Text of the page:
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Nintendo Releases NFC-Enabled Wii U; Broadcom Supplies NFC Chip

Nintendo has released its much-anticipated Wii U gaming console with NFC technology, enabling the game maker to incorporate physical objects into game play, in addition to possible support in the future for contactless payment for digital content.

In January, the Japanese video game maker announced that Wii U would incorporate NFC functionality. Nintendo’s Wii U system was released Sunday to coincide with the start of the holiday shopping season. The release makes Nintendo the first major console maker to adopt NFC. 

The device carries an NFC chip from U.S.-based Broadcom, which also supplies Bluetooth and Wi-Fi technology for the Wii U. The console uses Broadcom’s BCM20792 NFC controller.

Monday’s announcement from Broadcom of the chip supply for the Wii U came just a few days after the semiconductor supplier revealed that Google had selected its NFC software stack for the search giant’s latest version of its mobile operating system, Android 4.2. And Google’s new Nexus 4 smartphone and Nexus 10 tablet, both running Android 4.2, use Broadcom’s BCM20793 NFC chip, part of the same BCM2079x series as the chip in Wii U. 

The move by Google is likely to eventually oust Netherlands-based NXP Semiconductors, whose NFC software stack has run in previous NFC-enabled Android versions, from its place as the dominant NFC supplier for Android devices. NFC chip market expert Mark Hung, wireless research director of U.S.-based consulting firm Gartner, described the software stack change as “probably the most significant development in the NFC market since Google first decided to incorporate NFC in the Nexus S back in 2010.” 

But NXP contends it will also supply devices running Android 4.2, with its PN65 NFC chip and secure element combination appearing in Google’s previously announced 7-inch tablet, the Nexus 7. And the first device makers introducing phones running Microsoft’s Windows Phone 8 operating system, Nokia, Samsung and HTC, are also using an NFC stack from NXP.

Microsoft, however, said it is working with other stack suppliers, as well. And more and more Android device makers are expected to line up a second NFC chip supplier for their phones and tablets.

Wii U’s GamePad controller features a 6.2 inch touch screen along with the pair of analog sticks and control buttons of traditional video game controllers. For certain Wii U titles, such as Super Mario Bros. U, players can move the game display from the television to the touch screen to watch television while playing. NFC might one day play a role in this functionality, with Broadcom noting that its NFC chip offers “simplified pairing” and wireless interaction with other game peripherals. This is a feature of NFC chips from other chip makers, as well.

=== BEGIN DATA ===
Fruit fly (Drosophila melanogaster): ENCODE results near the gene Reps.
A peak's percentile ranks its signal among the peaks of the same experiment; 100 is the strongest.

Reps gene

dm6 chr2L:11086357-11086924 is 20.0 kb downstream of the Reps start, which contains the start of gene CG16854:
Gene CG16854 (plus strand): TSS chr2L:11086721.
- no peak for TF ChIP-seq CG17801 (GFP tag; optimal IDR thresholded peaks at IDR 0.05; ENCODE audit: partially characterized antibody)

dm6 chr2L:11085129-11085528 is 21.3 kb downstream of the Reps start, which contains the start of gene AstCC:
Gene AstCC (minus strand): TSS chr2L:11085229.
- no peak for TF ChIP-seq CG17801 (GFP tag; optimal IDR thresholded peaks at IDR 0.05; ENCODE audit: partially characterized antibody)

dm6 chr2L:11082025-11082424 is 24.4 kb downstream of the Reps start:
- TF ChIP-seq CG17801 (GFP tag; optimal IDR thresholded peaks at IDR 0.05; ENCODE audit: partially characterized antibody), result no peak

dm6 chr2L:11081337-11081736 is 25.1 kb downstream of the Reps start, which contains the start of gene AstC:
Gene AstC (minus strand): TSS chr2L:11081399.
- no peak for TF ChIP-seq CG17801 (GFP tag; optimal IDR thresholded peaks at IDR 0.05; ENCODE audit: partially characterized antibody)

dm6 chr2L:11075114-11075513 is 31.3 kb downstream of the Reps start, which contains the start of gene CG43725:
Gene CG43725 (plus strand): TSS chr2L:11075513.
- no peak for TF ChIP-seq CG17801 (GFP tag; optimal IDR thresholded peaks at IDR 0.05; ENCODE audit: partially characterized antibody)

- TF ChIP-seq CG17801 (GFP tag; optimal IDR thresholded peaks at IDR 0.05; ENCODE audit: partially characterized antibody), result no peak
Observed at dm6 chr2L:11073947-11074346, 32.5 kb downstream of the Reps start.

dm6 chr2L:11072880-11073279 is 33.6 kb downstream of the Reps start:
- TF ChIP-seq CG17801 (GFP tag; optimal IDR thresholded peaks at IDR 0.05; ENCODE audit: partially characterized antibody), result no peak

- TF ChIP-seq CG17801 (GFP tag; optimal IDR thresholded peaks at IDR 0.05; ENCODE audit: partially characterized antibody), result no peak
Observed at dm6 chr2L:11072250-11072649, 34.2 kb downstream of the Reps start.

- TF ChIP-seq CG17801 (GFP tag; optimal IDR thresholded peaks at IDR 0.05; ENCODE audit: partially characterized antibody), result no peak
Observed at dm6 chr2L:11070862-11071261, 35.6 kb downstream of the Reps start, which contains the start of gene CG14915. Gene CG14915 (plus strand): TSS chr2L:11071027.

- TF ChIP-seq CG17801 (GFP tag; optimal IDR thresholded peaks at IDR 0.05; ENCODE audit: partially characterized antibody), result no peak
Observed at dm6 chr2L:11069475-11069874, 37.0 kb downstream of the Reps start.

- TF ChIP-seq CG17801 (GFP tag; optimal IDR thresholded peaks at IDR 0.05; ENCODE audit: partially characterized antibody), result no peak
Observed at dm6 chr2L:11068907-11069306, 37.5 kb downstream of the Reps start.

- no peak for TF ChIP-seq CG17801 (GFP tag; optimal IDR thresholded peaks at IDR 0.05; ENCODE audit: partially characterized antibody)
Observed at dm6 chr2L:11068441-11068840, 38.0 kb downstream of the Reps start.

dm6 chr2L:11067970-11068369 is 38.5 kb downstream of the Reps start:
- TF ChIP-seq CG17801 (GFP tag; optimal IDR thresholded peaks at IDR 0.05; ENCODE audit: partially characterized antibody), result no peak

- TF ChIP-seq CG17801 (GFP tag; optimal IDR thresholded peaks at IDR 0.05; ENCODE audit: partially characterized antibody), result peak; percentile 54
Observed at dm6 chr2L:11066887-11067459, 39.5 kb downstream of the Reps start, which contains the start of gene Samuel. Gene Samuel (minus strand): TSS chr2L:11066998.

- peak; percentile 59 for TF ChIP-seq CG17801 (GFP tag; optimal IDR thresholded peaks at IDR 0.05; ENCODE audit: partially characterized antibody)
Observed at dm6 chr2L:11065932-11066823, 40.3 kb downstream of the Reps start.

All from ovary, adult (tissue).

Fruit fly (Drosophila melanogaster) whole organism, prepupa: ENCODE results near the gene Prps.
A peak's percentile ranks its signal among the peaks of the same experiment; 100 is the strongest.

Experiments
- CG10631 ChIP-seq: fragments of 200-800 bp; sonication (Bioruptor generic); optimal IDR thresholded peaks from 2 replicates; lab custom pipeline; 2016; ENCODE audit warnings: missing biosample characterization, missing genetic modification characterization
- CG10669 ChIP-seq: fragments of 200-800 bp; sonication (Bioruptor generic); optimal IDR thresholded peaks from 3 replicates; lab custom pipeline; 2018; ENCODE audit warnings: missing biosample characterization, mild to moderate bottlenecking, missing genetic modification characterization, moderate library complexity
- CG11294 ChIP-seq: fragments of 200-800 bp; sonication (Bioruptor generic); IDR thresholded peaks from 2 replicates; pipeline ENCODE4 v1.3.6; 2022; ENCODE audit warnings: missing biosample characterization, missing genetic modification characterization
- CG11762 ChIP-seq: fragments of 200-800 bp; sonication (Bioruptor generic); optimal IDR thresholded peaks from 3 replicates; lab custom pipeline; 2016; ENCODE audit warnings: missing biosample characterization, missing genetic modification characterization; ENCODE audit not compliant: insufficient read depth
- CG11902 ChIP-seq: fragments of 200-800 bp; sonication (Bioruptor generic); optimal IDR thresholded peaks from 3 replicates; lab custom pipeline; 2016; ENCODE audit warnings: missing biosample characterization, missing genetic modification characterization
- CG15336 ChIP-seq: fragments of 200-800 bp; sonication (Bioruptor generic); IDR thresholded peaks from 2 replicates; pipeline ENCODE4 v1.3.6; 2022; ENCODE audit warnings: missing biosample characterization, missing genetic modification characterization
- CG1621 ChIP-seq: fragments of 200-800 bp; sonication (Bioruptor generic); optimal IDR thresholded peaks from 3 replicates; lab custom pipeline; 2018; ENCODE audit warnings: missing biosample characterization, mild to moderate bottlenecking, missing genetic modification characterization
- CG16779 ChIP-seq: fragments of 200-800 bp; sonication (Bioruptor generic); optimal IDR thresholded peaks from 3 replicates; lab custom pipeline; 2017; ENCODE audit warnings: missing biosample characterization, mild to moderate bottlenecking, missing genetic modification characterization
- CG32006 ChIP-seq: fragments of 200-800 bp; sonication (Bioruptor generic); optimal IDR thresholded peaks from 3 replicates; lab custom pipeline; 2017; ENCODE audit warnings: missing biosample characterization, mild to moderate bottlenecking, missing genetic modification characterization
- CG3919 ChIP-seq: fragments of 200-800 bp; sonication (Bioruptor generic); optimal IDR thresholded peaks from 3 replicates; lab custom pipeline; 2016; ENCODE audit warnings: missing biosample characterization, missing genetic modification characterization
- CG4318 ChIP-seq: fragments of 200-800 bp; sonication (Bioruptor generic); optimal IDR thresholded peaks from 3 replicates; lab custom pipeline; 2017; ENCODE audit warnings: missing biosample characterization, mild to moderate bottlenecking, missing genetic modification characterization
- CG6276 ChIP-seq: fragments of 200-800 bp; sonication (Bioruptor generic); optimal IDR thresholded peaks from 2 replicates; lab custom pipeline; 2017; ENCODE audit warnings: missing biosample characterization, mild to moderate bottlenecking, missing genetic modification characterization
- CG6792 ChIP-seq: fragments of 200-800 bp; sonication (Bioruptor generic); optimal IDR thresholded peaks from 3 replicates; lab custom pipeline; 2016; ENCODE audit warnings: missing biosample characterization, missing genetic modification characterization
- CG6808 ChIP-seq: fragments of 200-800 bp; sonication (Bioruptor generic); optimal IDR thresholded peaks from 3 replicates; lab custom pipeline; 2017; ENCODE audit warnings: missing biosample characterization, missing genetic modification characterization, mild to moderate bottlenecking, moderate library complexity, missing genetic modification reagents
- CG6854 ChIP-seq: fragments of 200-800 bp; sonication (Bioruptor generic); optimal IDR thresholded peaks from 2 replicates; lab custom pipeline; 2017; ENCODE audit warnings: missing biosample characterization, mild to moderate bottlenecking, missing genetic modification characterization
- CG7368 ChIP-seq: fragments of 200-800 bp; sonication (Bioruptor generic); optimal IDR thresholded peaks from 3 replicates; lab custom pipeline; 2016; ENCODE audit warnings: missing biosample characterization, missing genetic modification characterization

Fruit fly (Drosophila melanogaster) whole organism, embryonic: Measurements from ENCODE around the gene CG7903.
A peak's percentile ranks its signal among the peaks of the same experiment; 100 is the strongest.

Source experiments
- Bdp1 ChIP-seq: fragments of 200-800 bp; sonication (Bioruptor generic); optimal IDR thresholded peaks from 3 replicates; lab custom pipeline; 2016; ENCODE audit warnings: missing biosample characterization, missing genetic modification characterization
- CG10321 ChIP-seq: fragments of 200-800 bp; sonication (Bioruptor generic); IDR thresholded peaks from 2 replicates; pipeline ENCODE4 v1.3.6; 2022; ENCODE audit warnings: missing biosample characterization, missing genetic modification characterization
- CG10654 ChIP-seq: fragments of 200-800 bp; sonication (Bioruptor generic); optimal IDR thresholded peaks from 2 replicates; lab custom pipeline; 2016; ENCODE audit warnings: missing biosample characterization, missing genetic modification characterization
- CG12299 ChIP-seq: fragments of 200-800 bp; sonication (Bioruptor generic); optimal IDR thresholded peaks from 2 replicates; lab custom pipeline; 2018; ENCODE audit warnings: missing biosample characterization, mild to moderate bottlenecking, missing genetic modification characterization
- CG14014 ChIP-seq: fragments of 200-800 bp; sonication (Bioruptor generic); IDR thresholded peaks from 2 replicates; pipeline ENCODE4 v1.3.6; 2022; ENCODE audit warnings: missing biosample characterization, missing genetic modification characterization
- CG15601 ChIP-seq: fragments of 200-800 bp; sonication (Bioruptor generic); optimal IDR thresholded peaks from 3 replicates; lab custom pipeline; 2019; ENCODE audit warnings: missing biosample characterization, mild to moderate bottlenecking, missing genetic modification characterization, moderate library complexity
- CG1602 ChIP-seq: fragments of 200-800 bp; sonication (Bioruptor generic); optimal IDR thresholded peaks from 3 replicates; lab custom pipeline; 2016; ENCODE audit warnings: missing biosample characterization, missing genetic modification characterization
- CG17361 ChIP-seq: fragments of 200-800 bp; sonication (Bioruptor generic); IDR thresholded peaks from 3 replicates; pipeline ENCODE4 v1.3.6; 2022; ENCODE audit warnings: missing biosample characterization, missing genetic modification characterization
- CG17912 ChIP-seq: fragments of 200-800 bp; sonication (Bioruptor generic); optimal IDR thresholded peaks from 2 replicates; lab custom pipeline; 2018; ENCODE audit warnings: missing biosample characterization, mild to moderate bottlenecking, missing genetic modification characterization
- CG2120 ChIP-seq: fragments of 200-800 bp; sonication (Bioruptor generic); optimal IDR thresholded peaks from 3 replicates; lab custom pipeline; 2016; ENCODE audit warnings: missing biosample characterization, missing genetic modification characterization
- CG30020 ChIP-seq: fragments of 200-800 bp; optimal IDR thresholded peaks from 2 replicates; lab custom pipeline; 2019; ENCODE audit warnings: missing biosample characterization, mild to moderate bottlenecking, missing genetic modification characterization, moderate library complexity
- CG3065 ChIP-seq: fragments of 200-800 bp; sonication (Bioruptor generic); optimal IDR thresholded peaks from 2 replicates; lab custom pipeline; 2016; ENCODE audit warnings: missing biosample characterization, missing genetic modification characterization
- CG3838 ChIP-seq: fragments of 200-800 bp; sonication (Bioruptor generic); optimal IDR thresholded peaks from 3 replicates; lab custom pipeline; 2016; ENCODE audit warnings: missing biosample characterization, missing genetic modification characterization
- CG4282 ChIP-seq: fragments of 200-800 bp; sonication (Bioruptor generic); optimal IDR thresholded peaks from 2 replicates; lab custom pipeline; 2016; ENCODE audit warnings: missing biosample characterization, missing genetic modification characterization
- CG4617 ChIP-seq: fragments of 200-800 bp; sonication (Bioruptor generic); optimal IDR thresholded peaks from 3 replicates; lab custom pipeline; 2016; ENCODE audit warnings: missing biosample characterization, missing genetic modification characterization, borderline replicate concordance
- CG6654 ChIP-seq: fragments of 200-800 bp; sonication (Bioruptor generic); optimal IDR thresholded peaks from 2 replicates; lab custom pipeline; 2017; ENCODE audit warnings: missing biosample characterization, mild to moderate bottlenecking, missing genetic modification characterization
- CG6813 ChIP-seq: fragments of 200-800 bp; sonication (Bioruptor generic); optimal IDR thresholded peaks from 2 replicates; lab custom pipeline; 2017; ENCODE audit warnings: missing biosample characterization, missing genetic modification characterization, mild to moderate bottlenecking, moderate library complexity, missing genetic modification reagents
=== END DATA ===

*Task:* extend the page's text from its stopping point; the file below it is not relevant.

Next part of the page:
Such interaction also could include the integration of real-world objects into virtual game worlds. Mohamed Awad, associate product line director at Broadcom, called this kind of user experience “the Holy Grail of video games” in a blog post Monday.  In Nintendo’s Jan. 27 announcement, company president Satoru Iwata referred to “cards and figurines that can electronically read and write data via noncontact NFC.” 

Awad, however, noted that “Nintendo has yet to reveal specific plans for NFC.” And there is no word yet on NFC-enabled accessories.

Activision’s popular Skylanders game currently incorporates NFC-enabled toys. Each Skylanders figurine has an NFC chip in its base, and when placed on an NFC reader platform, dubbed the “Portal of Power,” code stored on the chip brings an animated version of the figurine into the game as a playable character.

Much of the attention on NFC has focused on contactless payment, and Nintendo’s Iwata, in an operational briefing last January, specifically mentioned that Wii U’s NFC capability could include “a means of making micropayments,” likely as a part of the newly-introduced Nintendo Network.

Designed to compete with rival Microsoft’s Xbox Live, the Nintendo Network would allow users to communicate and compete on their consoles through an online connection.  It also gives Nintendo a venue to sell in-game items and software such as downloadable expansion content for video games.  Any plans for NFC payment on the Wii U remain unclear, but it could offer players the ability one day to tap the console or GamePad with cards or a smartphone to pay for such content.

Incorporating NFC into the Wii U may be an effort to compete with the growing popularity of mobile gaming. Nintendo posted a loss for the fiscal year ending in March 2012, which Iwata called the company’s worst performance since its entry into the gaming industry. The company may be seeking an edge with NFC technology.

 

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